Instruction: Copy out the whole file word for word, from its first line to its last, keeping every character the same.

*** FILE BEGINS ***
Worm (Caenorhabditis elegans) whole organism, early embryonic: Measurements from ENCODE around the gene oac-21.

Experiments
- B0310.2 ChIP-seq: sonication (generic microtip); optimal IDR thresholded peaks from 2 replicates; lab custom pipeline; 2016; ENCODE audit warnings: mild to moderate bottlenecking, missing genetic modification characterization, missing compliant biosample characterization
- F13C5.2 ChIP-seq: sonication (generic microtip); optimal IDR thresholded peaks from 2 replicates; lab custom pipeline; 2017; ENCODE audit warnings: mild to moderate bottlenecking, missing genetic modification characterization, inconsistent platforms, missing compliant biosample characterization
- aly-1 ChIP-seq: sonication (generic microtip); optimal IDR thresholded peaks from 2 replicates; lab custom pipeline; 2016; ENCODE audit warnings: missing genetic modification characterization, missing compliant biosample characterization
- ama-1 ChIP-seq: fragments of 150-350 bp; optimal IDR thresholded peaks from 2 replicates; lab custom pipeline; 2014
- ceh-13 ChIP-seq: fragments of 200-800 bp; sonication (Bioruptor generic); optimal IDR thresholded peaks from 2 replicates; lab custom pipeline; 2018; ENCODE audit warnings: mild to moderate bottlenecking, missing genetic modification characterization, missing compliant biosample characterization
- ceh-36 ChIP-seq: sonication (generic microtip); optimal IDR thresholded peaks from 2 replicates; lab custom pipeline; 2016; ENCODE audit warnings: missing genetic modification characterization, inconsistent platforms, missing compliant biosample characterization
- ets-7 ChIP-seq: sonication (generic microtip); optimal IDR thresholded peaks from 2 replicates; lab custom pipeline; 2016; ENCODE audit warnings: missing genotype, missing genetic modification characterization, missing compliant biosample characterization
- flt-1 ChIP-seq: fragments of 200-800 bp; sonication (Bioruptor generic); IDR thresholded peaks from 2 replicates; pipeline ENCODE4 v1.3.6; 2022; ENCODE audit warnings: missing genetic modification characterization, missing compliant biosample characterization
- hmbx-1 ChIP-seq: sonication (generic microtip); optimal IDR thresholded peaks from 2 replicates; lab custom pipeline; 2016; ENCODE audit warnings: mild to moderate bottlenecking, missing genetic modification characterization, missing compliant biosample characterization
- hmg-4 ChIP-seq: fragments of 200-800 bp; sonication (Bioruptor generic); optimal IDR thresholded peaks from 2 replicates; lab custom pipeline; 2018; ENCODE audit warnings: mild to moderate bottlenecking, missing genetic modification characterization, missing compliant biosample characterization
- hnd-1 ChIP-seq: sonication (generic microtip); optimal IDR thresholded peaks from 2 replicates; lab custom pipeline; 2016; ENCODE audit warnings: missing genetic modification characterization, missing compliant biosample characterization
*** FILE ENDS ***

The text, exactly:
Worm (Caenorhabditis elegans) whole organism, early embryonic: Measurements from ENCODE around the gene oac-21.

Experiments
- B0310.2 ChIP-seq: sonication (generic microtip); optimal IDR thresholded peaks from 2 replicates; lab custom pipeline; 2016; ENCODE audit warnings: mild to moderate bottlenecking, missing genetic modification characterization, missing compliant biosample characterization
- F13C5.2 ChIP-seq: sonication (generic microtip); optimal IDR thresholded peaks from 2 replicates; lab custom pipeline; 2017; ENCODE audit warnings: mild to moderate bottlenecking, missing genetic modification characterization, inconsistent platforms, missing compliant biosample characterization
- aly-1 ChIP-seq: sonication (generic microtip); optimal IDR thresholded peaks from 2 replicates; lab custom pipeline; 2016; ENCODE audit warnings: missing genetic modification characterization, missing compliant biosample characterization
- ama-1 ChIP-seq: fragments of 150-350 bp; optimal IDR thresholded peaks from 2 replicates; lab custom pipeline; 2014
- ceh-13 ChIP-seq: fragments of 200-800 bp; sonication (Bioruptor generic); optimal IDR thresholded peaks from 2 replicates; lab custom pipeline; 2018; ENCODE audit warnings: mild to moderate bottlenecking, missing genetic modification characterization, missing compliant biosample characterization
- ceh-36 ChIP-seq: sonication (generic microtip); optimal IDR thresholded peaks from 2 replicates; lab custom pipeline; 2016; ENCODE audit warnings: missing genetic modification characterization, inconsistent platforms, missing compliant biosample characterization
- ets-7 ChIP-seq: sonication (generic microtip); optimal IDR thresholded peaks from 2 replicates; lab custom pipeline; 2016; ENCODE audit warnings: missing genotype, missing genetic modification characterization, missing compliant biosample characterization
- flt-1 ChIP-seq: fragments of 200-800 bp; sonication (Bioruptor generic); IDR thresholded peaks from 2 replicates; pipeline ENCODE4 v1.3.6; 2022; ENCODE audit warnings: missing genetic modification characterization, missing compliant biosample characterization
- hmbx-1 ChIP-seq: sonication (generic microtip); optimal IDR thresholded peaks from 2 replicates; lab custom pipeline; 2016; ENCODE audit warnings: mild to moderate bottlenecking, missing genetic modification characterization, missing compliant biosample characterization
- hmg-4 ChIP-seq: fragments of 200-800 bp; sonication (Bioruptor generic); optimal IDR thresholded peaks from 2 replicates; lab custom pipeline; 2018; ENCODE audit warnings: mild to moderate bottlenecking, missing genetic modification characterization, missing compliant biosample characterization
- hnd-1 ChIP-seq: sonication (generic microtip); optimal IDR thresholded peaks from 2 replicates; lab custom pipeline; 2016; ENCODE audit warnings: missing genetic modification characterization, missing compliant biosample characterization